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Lucile Le Goallec 01.22.21

Rethink Home Chapitre 1 : The Great Indoor


Make Your Home Great Again: A Look at Five Trends Redefining the Home of Tomorrow.


What with lockdown, curfews, teleworking and the injunction “stay home and stay safe”, the home has become “the place to be”, both literally and figuratively. As a result, it has become the focus of attention for many business sectors and brands. So it’s goodbye great outdoors, hello great indoors! Consumers and brands alike are redirecting their ingenuity to address this new reality.

The correlation between self-care and home care is strengthening our tendency to identify with or even sacralize the home. The shift from “well-being” to “living well” is restoring the its central position in everyday life: home is now where we work and play as well as where we reconnect with, meet or congregate with others including by digital means.


Once you step across your threshold to your home, i.e. the border between the outside world and your private space, you feel a sense of freedomHaving a sanctuary feels like a privilege in a society on high alert, when  every venture into public space is fraught with constraints and prohibitions. Today, the home is a private space where we can breathe, touch things, eat, interact and enjoy entertainment unhampered by masks, social distancing or regulations.

The external environment – where Covid-19 lurks and the economy is in crisis – makes us feel insecure and full of uncertaintyOur interior space is where most of our fundamental needs (e.g. to feel safe) and aspirations (to feel good and fulfilled) are being met.

Objective for reaching consumers: “There’s no place like home!” Represent the home as a sanctuary for engaging in chosen positive isolation, as a trustworthy safe place where one can leave the anxiogenic outside world behind and as a source of vital energy in our quest for a new balance and harmony between external and internal.

Objective for brands: Show benevolence and empathy while highlighting the importance of mental and physical well-being at home. Use a holistic approach to beauty and food, so that a person’s surroundings will elicit positive feelings. The mood should be soothing, temperate, even mesmerizing, not to mention multi-sensory, relying on color and aromatherapy. The rise of “comfy minimalism” design confirms this trend.


Now that many businesses are requiring employees to maintain a full home office until June 2021 (if not later) and teleworkers’ discovery of “zoom towns” has led to a boom in local housing markets), the boundaries between public and private activities are becoming increasingly blurred. Now that our freedom of movement is restricted, our home must often double as our office, fitness center, cinema, bar and restaurant. It must be multifunctional, which means rethinking the segmentation of our interior space.

Homes evolve in step with lifestyles, whether it is to accommodate new family configurations and reconfigurations, house several generations under the same roof or – in the age of Covid –  transform a dwelling into a place of work and/or leisure.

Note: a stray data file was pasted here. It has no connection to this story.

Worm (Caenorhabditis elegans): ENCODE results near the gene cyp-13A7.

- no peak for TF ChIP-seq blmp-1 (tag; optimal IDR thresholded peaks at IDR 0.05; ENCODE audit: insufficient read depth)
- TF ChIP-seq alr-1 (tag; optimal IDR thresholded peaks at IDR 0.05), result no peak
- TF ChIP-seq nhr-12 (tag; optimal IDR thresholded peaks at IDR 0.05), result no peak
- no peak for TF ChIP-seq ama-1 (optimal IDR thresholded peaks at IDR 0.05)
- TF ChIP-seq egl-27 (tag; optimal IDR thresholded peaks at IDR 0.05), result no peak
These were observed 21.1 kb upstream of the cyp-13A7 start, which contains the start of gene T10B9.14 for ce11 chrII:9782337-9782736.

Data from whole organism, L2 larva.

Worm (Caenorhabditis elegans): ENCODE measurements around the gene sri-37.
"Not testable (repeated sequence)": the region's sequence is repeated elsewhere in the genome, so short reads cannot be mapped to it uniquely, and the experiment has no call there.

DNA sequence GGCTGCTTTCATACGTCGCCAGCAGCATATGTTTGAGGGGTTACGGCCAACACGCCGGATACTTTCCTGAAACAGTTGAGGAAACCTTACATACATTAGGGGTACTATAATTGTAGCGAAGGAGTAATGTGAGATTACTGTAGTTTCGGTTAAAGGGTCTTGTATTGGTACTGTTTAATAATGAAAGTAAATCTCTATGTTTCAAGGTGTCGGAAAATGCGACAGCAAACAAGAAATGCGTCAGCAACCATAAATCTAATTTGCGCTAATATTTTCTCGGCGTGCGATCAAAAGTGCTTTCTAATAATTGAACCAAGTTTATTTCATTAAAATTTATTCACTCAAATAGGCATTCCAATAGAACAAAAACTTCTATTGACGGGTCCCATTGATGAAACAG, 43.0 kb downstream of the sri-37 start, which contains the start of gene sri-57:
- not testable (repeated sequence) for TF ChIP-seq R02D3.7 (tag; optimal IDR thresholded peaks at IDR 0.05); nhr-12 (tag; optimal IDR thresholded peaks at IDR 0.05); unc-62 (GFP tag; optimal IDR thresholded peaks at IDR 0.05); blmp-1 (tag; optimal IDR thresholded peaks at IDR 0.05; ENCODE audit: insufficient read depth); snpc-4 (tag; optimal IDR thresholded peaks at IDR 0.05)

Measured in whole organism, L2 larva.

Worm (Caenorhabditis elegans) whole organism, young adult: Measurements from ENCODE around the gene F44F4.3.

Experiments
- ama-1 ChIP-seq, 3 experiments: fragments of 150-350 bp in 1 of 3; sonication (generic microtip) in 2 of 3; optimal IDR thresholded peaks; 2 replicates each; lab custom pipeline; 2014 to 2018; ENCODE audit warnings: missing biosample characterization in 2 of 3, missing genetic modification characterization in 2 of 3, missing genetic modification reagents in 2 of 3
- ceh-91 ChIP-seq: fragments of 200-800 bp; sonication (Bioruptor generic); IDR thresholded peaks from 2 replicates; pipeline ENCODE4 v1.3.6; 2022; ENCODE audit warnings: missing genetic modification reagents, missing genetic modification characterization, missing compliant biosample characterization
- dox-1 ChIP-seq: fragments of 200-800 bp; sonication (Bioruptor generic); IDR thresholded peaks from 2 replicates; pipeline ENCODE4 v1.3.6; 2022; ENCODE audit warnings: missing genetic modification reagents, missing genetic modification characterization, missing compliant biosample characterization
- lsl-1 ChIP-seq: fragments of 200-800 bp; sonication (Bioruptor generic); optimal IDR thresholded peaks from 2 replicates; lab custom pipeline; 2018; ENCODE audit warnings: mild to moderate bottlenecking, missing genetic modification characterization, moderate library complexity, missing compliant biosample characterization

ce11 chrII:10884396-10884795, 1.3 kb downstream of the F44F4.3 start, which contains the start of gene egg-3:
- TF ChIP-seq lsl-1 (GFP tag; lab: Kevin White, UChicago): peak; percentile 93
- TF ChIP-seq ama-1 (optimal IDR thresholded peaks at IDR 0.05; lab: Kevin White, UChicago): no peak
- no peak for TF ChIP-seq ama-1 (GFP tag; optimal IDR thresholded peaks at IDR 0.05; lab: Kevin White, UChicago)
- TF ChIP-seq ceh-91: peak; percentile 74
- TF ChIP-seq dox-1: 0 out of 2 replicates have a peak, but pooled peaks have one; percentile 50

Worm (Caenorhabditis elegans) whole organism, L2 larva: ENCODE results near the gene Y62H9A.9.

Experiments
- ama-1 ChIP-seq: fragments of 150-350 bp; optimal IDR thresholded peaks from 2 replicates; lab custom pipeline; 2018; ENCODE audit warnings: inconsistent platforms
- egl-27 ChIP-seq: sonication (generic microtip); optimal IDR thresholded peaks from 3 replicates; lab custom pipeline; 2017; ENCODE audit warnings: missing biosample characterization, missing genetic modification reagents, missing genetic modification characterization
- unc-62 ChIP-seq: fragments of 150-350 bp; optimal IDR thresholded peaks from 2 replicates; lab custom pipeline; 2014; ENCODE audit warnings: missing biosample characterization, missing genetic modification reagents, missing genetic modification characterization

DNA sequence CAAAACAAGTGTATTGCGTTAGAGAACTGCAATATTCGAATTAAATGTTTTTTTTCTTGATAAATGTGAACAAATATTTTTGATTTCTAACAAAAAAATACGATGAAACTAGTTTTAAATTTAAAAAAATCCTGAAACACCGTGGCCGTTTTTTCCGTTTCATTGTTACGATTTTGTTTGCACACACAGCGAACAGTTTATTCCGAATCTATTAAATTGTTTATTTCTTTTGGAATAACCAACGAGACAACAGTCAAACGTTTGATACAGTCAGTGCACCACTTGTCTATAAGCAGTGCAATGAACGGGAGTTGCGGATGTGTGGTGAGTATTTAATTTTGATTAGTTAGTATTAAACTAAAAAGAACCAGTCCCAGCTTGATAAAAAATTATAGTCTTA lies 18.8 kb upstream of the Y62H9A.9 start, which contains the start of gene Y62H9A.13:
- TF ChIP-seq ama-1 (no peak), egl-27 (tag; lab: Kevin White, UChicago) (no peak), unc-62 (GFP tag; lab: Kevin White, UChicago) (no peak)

Objective for reaching consumers: Convey the message that the only limitation on how they arrange their interior is the ceiling or roof. Today’s interiors need to be as adaptable as consumers themselves, characterized by modulability, evolvability and flexibility of usage. Inhabitants should be able to optimize their space, time and budget. They should be able to do many things – congregate or self- isolate; work or play; get physical exercise or enjoy entertainment – all in the same space, especially if it is small.

Objective for brands: Think simplify. Become consumers’ invisible ally by making their daily life easier in an intelligent way. Advocate lifestyles that are free of constraint and friction. Project as being increasingly smart and solution-centric. Help make consumers’ multi-tasking lifestyle easier. While important, technology needs to take a back seat to service and the consumer experience. It needs to be “camouflaged” to effectively highlight the most optimized and optimal responses.

Prefer optimal solutions to disruptive concepts. They are integral to the agile home and convey both innovation and resolve. This being said, the importance of comprehensive functionality and eliminating friction should not obviate the need to introduce sensory elements and elicit emotion. The home-sanctuary must strike the right balance between friction and asperitiesthe need for introspection and the yearning for escape.

Don’t miss chapter 2 in the next issue of the NellyRodi Newsletter on December 8th! 

Consult our study (Re)-Thinking the Home 2020 for a more personalized look at the key strategic and operational levers to pull in order to meet these challenges, as well as detailed analysis of the future-forward home.

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